With the current initiative to have all benefits payments made electronically, an additional $1 billion in taxpayer money will be saved over ten years.  In addition, electronic payments provide beneficiaries with a safer, more reliable and convenient way to receive their payments.  Paper checks can be lost, stolen, or delayed.  Direct deposit eliminates these risks, as well as decreases the risk of personal information being stolen from a beneficiary’s mailbox.  Our experience has demonstrated that beneficiaries are 125 times more likely to have a problem with a paper check than with an electronic payment.  Electronic payments are reliable, even in severe weather.  Beneficiaries will get the funds they rely on – even if there is a hurricane or tornado.  Electronic payments are also more convenient.  A beneficiary does not need to make a special trip to the bank or credit union to deposit a benefits check or find a place to cash the check and carry large sums of cash at any given time.

Moreover, the Direct Express card has significantly benefited the unbanked and under banked population.  The Direct Express card does not require a credit check or minimum balance to enroll, and does not have any sign-up fees, monthly fees, or overdraft charges.  The card enables cardholders to make purchases, pay bills, and get cash at thousands of ATMs and retail locations without having to pay a check-cashing fee, which can range from two percent to six percent of the total check amount.  In fact, Direct Express cardholders get one free ATM withdrawal per federal deposit and have access to 60,000 surcharge-free ATMs nationwide.  In addition, when making purchases cardholders can get cash back free of charge.

As of June 2012, more than 3.6 million beneficiaries have signed up for the Direct Express card – approximately two-thirds of whom did not have traditional bank accounts when they signed up for the card – to safely and easily access their federal benefit payments.  According to a June 2012 survey[2], 95 percent of individuals who use the Direct Express card to receive monthly Social Security payments report they are satisfied with the card, 80 percent are very satisfied, and 93 percent say they are likely to recommend the card to others.  This high approval rating clearly demonstrates the success of the Direct Express card.   

Many states are also moving to electronic payments.  Since 2004, Electronic Benefit Transfer is required in all 50 states for the Supplemental Nutrition Assistance Program (SNAP).  There are also 21 states that require Electronic Funds Transfer (EFT) for the Temporary Cash Assistance for Needy Families (TANF) program, unemployment insurance, and other miscellaneous state programs.  Additionally, 17 states give employers the right to require EFT for their salary payments, and 16 states require EFT for child support.

Fraud Detection and Prevention

Compared to check payments, the proportion of fraud in the Direct Express card payments is significantly lower.  In FY 2011 440,000 Social Security and SSI checks were reported lost or stolen and $70 million in fraudulent check payments were made.  As a comparison, that same year there were 6,691 fraudulent Direct Express card enrollment attempts, of which a total of 2,411 were successful (approximately 0.002 percent of all enrollments).  The stolen funds totaled $1.8 million with approximately $1 million already recovered.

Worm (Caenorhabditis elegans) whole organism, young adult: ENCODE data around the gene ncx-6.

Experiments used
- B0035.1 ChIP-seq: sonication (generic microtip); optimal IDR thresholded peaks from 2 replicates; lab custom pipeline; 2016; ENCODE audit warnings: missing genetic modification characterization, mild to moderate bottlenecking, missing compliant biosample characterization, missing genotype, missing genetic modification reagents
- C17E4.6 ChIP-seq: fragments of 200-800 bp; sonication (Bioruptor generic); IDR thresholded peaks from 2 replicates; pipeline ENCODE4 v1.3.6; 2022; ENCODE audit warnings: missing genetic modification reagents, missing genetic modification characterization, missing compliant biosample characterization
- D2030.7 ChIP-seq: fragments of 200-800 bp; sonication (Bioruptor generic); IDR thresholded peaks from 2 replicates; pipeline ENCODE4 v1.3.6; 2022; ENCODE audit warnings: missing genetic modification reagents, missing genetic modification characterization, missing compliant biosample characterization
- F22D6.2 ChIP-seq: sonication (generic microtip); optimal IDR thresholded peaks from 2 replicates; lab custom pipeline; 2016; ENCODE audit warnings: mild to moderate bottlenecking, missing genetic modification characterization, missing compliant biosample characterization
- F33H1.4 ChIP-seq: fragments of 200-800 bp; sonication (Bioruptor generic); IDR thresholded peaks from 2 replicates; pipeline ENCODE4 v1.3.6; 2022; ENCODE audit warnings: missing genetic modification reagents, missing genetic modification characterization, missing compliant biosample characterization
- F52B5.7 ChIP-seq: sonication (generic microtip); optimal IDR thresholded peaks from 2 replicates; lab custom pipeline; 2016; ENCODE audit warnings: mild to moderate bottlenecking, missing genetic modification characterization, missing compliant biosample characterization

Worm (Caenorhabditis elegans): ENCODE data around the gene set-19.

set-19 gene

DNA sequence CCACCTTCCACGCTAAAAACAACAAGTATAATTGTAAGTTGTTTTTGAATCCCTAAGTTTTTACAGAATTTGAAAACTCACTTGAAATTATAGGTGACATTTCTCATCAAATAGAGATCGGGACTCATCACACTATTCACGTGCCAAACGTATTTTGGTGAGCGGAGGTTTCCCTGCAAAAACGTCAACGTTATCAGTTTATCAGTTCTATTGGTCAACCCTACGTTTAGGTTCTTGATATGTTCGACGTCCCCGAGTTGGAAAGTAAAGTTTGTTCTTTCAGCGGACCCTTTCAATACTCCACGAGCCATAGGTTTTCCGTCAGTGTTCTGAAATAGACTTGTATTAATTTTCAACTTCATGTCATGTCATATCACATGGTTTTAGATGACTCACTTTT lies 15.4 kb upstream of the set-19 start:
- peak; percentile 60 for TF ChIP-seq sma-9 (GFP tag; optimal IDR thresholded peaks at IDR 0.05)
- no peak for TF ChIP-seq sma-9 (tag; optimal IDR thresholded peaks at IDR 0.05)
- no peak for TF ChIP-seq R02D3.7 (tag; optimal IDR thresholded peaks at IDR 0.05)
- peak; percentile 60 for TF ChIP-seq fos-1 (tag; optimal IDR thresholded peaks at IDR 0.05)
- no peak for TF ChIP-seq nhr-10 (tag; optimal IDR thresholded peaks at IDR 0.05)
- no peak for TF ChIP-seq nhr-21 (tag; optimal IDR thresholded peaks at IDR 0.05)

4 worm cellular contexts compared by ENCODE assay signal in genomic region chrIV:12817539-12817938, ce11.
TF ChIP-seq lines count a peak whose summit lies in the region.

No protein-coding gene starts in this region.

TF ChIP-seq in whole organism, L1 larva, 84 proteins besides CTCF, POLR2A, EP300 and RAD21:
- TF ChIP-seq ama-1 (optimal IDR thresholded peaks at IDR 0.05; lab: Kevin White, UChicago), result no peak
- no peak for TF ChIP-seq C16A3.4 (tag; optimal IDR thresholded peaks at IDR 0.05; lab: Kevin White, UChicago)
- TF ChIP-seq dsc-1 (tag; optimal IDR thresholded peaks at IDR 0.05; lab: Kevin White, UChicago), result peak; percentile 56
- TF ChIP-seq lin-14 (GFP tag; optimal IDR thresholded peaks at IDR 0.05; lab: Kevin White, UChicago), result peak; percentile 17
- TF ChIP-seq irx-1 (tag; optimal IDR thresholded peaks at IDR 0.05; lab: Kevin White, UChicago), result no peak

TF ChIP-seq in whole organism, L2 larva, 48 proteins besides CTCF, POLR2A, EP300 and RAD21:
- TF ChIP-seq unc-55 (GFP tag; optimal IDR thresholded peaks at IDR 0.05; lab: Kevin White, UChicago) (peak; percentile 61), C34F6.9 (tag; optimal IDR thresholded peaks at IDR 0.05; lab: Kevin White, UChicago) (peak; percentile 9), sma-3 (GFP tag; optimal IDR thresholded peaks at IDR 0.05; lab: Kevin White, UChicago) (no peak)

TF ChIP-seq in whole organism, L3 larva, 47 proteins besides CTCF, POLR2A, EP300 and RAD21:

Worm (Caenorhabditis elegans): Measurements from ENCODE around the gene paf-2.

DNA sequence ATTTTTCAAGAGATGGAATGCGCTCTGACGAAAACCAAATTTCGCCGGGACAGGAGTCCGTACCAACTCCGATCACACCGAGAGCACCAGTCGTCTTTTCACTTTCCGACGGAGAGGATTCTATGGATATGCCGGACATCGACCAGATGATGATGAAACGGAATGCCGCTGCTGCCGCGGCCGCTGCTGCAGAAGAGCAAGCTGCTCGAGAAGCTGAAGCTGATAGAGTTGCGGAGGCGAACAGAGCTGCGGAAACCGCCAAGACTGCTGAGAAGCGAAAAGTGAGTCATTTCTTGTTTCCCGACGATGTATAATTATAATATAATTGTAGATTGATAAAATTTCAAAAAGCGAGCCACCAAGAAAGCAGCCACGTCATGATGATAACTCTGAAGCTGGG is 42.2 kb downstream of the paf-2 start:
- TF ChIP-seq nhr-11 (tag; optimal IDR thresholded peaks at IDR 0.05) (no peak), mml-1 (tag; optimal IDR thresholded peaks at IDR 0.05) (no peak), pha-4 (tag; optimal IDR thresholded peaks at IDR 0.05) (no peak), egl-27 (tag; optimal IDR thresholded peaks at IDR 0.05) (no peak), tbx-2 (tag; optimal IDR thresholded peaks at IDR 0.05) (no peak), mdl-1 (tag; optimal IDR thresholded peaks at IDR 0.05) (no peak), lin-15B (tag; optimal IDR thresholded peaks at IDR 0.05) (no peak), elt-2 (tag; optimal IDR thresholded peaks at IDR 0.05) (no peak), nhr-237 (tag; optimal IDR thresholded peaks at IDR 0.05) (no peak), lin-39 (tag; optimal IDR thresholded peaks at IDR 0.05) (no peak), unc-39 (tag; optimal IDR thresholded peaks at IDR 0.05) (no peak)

Treasury has taken aggressive measures to combat fraud, even though the scale of fraud on the Direct Express card is not large.  We have taken several steps to ensure that the Direct Express card is issued to the right person at the right address as well as put measures in place to prevent fraud for current enrollees.  For example, we suspended Direct Express enrollment through the website, verify all new enrollments by using Treasury’s internal payments database, and have developed a fraud alert system to flag accounts with suspected fraudulent transactions.  In addition, we have experienced customer service representatives who specialize in fraud mitigation and aggressively investigate attempts to trick uneducated and unsuspecting cardholders.

Treasury is also working very closely with the prepaid card industry to prevent fraud occurring with other prepaid cards.  We are monitoring payment data associated with prepaid cards in order to determine if any trends that could represent fraud are present. 

Outreach to Beneficiaries

In 2005, Treasury launched the nationwide “Go Direct” public education campaign to provide information to Americans about the change to how federal benefit payments are being delivered, and encourage current check recipients to switch to direct deposit. 

Check recipients can sign up for direct deposit or the Direct Express card by calling a toll-free number or by talking to their local federal paying agency office.  The process is fast – most federal benefit recipients can sign up for electronic payments with one phone call that takes ten minutes or less.  If choosing direct deposit, a recipient also will need his or her financial institution’s routing transit number, account number, and account type (checking or saving).  Our customer service representatives can help the beneficiary easily locate that information on the face of his or her check.

To spread the message about the electronic payment rule and to educate federal benefit recipients about their options, Go Direct is working with more than 1,800 partner organizations nationwide, including many local organizations that the recipients often rely on for information, as well as through events, media coverage, print materials, and the Internet.  Each month, Treasury includes information about the electronic payment options in material included in the check envelope.  The message strategy is working.  An awareness survey[3] conducted in June 2012 found that awareness of the regulation is at 70 percent for SSA check recipients and 71 percent for SSI check recipients, up from 68 percent and 60 percent respectively from when the awareness survey was conducted in 2011.  There has also been an increase in those saying they will comply within the next six months.  This increased awareness is likely to have a strong impact on compliance.